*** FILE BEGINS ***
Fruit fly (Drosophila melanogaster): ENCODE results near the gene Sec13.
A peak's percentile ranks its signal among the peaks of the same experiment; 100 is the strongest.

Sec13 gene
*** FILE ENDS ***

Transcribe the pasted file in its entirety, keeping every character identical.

Fruit fly (Drosophila melanogaster): ENCODE results near the gene Sec13.
A peak's percentile ranks its signal among the peaks of the same experiment; 100 is the strongest.

Sec13 gene